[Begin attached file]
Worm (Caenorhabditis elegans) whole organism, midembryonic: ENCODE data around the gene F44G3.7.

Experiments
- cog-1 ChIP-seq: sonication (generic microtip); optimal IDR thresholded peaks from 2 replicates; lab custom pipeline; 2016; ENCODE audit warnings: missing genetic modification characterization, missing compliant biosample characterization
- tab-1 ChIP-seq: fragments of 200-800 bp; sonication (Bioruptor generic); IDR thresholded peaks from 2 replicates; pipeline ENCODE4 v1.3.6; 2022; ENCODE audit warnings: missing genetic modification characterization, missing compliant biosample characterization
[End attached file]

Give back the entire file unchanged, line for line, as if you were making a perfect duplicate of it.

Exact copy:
Worm (Caenorhabditis elegans) whole organism, midembryonic: ENCODE data around the gene F44G3.7.

Experiments
- cog-1 ChIP-seq: sonication (generic microtip); optimal IDR thresholded peaks from 2 replicates; lab custom pipeline; 2016; ENCODE audit warnings: missing genetic modification characterization, missing compliant biosample characterization
- tab-1 ChIP-seq: fragments of 200-800 bp; sonication (Bioruptor generic); IDR thresholded peaks from 2 replicates; pipeline ENCODE4 v1.3.6; 2022; ENCODE audit warnings: missing genetic modification characterization, missing compliant biosample characterization